"Between Zero and One" by Mavis Gallant
As I watched Norte Dame on fire, I thought of a so very happy Mavis Gallant on her first visit to the cathedral, letting hundreds of years of French history impact her, knowing she was where she was meant to be.
April 11, 1922 - Montreal
1950 - moves to Paris
September 1, 1951- publishes, in The New Yorker, her first short story. She would go onto publish 116 stories in The New Yorker. ( I greatly enjoy looking at the covers of the issue in which a story was published.)
February 18, 2014 - passes away in her beloved Paris
In the collection Home Truths there are six linked stories centering on Linnet Muir. The stories are structured as Linnet when older looking back on her life.
She is a very independent person, very into a reading life, with no real family ties. From Montreal, she is now maybe twenty-one, World War Two is well underway. She works in office where most of the men are World War One Veterans. There are other women in the office but they are typists. She is the first woman hired to do the work the men do. The office is very much a civil service place where no one works to hard while waiting for their pension. There is resentment against her for taking a job from a man. All the men come across as bland grey unemotional time servers. The war is somehow made to seem not of great concern to Canads
These six stories made look for clues as to why Gallant moved from Canada to France. Montreal seems a boring city with no real identity and little culture.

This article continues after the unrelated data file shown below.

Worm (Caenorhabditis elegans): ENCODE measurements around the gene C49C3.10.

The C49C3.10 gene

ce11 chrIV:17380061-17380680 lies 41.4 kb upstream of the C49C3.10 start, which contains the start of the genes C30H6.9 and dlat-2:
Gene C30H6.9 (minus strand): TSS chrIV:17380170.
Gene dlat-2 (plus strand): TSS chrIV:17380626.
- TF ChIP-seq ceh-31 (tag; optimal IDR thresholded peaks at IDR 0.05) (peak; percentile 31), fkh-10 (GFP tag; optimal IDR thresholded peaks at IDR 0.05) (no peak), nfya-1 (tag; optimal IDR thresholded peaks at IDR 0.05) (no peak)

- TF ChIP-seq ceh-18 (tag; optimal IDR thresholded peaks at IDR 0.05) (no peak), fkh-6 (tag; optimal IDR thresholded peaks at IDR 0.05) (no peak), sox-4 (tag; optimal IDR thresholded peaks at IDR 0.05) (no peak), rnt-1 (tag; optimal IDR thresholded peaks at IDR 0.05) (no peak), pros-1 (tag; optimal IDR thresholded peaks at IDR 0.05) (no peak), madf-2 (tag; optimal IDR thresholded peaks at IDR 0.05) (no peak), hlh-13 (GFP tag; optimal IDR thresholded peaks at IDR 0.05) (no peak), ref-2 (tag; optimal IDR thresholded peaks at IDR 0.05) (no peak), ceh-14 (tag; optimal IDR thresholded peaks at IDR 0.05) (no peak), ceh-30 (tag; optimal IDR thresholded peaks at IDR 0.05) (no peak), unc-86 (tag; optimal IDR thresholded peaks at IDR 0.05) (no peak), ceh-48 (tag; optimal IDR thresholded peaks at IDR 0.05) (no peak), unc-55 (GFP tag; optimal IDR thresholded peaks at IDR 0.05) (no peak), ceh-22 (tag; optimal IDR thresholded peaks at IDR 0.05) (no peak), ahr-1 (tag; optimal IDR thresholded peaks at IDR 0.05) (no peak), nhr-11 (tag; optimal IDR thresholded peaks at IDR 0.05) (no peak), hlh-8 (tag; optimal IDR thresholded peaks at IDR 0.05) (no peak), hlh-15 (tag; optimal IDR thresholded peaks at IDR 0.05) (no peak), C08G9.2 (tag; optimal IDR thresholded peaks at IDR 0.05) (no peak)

The only future there for Linnet is to marry. All the married men in her office advise her against marriage. When she announces she intends to marry a young soldier scheduled to be to Europe, everyone advises her not to marry.
"“Don’t do it, Linnet. Don’t do it.” Bertie Knox said, “Once you’re in it, you’re in it, kiddo.” I can’t remember any man ever criticizing his own wife–it is something men don’t often do, anywhere–but the warning I had was this: marriage was a watershed that transformed sweet, cheerful, affectionate girls into, well, their own mothers. Once a girl had caught (their word) a husband she became a whiner, a snooper, a killjoy, a wet blanket, a grouch, and a bully."
When not working, she writes.
We go along when she submits one of her plays to a producer. There is an interesting segment on Linnet's day at the theater.